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Size-controlled synthesis of monodispersed gold nanoparticles via carbon monoxide gas reduction

Joseph K Young1, Nastassja A Lewinski2, Robert J Langsner2, Laura C Kennedy2, Arthi Satyanarayan3, Vengadesan Nammalvar2, Adam Y Lin2 and Rebekah A Drezek12*

  • * Corresponding author: Rebekah A Drezek

  • † Equal contributors

1 Department of Electrical and Computer Engineering, Rice University, MS-366, 6100 Main St., Houston, TX 77005, USA

2 Department of Bioengineering, Rice University, MS-142, 6100 Main St., Houston, TX 77005, USA

3 Department of Biochemistry and Cell Biology, Rice University, MS-140, 6100 Main St., Houston, TX 77005, USA

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Nanoscale Research Letters 2011, 6:428  doi:10.1186/1556-276X-6-428

Published: 16 June 2011

Additional files

Additional file 1:

Thermodynamics of HAuCl4 reduction in aqueous solutions using carbon monoxide as a reducing agent. The entire process is performed between 20 and 22°C and a pressure of 1 atm. The pH of the solution varies as a function of HAuCl4 concentration. Nernst equation describes potential of electrochemical cell as a function of concentrations of ions taking part in the reaction:


where E0 is the standard reduction potential, R is the absolute gas constant = 8.31441 J/(mol K), F is Faraday constant = 96484.6 C/mol, T is the absolute temperature = 295.15 K, n is number or electrons, and Q is the reaction quotient. RT/F can be considered constant.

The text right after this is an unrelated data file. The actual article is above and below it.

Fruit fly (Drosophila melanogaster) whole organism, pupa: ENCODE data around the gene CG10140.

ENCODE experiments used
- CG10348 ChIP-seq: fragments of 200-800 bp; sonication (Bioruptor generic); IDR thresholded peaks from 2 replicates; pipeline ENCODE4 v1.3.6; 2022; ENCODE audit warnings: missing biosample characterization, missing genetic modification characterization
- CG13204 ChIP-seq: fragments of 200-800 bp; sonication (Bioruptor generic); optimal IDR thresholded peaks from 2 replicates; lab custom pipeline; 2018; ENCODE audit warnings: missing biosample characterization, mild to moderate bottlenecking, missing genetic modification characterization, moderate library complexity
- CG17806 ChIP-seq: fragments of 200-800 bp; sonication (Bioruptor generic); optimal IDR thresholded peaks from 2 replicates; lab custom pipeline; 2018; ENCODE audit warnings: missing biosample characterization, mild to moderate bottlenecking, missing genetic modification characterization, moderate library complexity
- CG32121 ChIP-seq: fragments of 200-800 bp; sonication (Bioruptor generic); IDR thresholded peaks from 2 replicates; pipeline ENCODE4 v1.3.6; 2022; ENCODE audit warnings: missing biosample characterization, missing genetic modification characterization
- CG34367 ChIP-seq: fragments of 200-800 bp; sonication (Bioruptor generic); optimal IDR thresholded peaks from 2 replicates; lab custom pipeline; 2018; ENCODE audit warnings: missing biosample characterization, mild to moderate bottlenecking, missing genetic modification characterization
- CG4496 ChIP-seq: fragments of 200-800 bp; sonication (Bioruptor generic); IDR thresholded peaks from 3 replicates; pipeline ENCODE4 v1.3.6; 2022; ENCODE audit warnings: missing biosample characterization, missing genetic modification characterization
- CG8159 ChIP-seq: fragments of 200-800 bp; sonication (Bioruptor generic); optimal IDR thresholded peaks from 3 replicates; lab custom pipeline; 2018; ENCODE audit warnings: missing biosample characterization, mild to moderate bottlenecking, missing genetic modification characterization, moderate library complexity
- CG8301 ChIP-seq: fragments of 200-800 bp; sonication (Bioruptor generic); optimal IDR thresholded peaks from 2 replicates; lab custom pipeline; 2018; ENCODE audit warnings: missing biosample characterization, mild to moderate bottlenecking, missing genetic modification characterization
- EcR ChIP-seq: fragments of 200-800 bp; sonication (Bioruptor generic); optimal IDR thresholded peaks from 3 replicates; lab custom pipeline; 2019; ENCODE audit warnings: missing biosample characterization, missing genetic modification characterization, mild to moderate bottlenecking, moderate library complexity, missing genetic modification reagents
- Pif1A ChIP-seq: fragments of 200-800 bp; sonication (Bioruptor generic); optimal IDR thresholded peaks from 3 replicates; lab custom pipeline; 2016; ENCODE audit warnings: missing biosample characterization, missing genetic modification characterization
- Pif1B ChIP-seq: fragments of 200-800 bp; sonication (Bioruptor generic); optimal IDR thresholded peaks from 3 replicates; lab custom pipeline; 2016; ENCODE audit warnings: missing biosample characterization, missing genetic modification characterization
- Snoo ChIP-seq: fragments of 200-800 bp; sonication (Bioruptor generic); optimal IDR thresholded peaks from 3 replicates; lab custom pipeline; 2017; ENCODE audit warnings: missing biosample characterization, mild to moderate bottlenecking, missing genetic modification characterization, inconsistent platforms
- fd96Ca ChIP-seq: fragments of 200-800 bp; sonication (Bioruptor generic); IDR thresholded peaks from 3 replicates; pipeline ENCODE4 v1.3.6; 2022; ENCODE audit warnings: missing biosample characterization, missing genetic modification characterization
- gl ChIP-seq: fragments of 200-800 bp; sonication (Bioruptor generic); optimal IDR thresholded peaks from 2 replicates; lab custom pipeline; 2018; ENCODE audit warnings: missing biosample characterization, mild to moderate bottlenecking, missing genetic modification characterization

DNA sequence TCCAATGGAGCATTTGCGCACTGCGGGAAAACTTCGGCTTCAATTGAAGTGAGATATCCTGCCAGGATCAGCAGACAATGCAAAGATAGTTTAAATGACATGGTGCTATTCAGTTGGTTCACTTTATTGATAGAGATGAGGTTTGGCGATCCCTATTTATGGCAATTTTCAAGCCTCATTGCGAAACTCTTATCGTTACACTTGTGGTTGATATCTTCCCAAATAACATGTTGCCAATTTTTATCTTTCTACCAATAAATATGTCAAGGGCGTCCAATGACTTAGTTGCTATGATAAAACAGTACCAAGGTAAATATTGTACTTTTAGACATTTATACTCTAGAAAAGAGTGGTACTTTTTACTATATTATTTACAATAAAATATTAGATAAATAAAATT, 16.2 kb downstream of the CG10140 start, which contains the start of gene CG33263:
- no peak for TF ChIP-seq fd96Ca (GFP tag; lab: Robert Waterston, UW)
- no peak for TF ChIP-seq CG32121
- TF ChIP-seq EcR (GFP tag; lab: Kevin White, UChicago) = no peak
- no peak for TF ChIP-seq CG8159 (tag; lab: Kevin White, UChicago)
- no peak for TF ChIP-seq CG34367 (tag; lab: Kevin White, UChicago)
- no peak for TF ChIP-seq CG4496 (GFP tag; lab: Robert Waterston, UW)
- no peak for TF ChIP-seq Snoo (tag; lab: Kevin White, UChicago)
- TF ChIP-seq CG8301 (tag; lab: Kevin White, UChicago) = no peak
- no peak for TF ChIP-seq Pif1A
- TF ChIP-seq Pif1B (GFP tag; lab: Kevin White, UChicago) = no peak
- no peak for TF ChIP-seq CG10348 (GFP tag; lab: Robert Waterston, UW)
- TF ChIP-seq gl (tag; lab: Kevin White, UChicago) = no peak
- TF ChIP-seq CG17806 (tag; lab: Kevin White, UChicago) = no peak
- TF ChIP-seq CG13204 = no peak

The CO gas is injected at a flow rate of 25.45 mL/min in 40 mL aqueous sample volumes. A water saturation constant of 0.26 g per 1 kg at 22°C is used.







Redox potentials (7) and (8) are given at pH 0. The redox potentials are pH-dependent and must be adjusted for the varying pH values.

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Additional file 2:

Effect of CO flow rate on nanoparticle spectral profile. Normalized UV-visible spectra of nanoparticles synthesized from a chloroauric acid concentration of 0.03 mM aerated at flow rates of 16.9, 25.5, and 37.0 mL/min corresponding to A, B, and C, respectively. The effect of the gas flow rate during synthesis is illustrated by a comparison of the three spectra.

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Additional file 3:

Plasmon peak position and absorbance value as a function of chloroauric acid concentration. The chloroauric acid concentration ranging from 0.01 to 1 mM. The data is plotted on a logarithmic scale. As the HAuCl4 concentration increases the absorbance intensity increases with an accompanying red-shift of the plasmon peak position.

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Additional file 4:

pH values before and after AuNP synthesis. pH values for given HAuCl4 concentrations ranging from 0.02 to 0.1 mM in 0.01 mM increments and from 0.1 to 0.5 mM in 0.1 mM increments. The x-axis is plotted on a logarithmic scale. The inset shows the pH values of the AuNP solutions from 0.01 to 0.1 mM and is plotted on a linear scale. As the reduction of HAuCl4 by CO takes place, H+ ions are liberated decreasing the pH of the solution. All pH measurements were taken at room temperature.

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